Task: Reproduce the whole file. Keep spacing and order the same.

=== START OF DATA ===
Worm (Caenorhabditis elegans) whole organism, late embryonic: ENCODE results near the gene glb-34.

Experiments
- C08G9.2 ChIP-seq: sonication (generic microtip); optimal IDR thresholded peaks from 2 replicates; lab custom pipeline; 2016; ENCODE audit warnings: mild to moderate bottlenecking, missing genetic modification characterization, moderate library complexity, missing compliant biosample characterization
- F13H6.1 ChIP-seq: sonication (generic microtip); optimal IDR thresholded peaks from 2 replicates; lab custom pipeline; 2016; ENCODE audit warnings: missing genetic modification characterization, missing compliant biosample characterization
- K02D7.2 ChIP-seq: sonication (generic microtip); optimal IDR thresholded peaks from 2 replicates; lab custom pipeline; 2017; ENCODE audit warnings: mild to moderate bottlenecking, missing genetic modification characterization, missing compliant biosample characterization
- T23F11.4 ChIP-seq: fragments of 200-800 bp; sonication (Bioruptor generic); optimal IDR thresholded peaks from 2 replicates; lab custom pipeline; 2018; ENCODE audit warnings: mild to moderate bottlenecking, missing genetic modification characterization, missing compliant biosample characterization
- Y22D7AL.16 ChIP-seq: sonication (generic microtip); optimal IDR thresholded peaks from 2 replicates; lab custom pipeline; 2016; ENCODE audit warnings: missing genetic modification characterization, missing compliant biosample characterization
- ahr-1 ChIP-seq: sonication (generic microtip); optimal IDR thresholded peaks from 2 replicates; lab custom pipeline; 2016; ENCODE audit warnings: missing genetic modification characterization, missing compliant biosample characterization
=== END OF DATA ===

Worm (Caenorhabditis elegans) whole organism, late embryonic: ENCODE results near the gene glb-34.

Experiments
- C08G9.2 ChIP-seq: sonication (generic microtip); optimal IDR thresholded peaks from 2 replicates; lab custom pipeline; 2016; ENCODE audit warnings: mild to moderate bottlenecking, missing genetic modification characterization, moderate library complexity, missing compliant biosample characterization
- F13H6.1 ChIP-seq: sonication (generic microtip); optimal IDR thresholded peaks from 2 replicates; lab custom pipeline; 2016; ENCODE audit warnings: missing genetic modification characterization, missing compliant biosample characterization
- K02D7.2 ChIP-seq: sonication (generic microtip); optimal IDR thresholded peaks from 2 replicates; lab custom pipeline; 2017; ENCODE audit warnings: mild to moderate bottlenecking, missing genetic modification characterization, missing compliant biosample characterization
- T23F11.4 ChIP-seq: fragments of 200-800 bp; sonication (Bioruptor generic); optimal IDR thresholded peaks from 2 replicates; lab custom pipeline; 2018; ENCODE audit warnings: mild to moderate bottlenecking, missing genetic modification characterization, missing compliant biosample characterization
- Y22D7AL.16 ChIP-seq: sonication (generic microtip); optimal IDR thresholded peaks from 2 replicates; lab custom pipeline; 2016; ENCODE audit warnings: missing genetic modification characterization, missing compliant biosample characterization
- ahr-1 ChIP-seq: sonication (generic microtip); optimal IDR thresholded peaks from 2 replicates; lab custom pipeline; 2016; ENCODE audit warnings: missing genetic modification characterization, missing compliant biosample characterization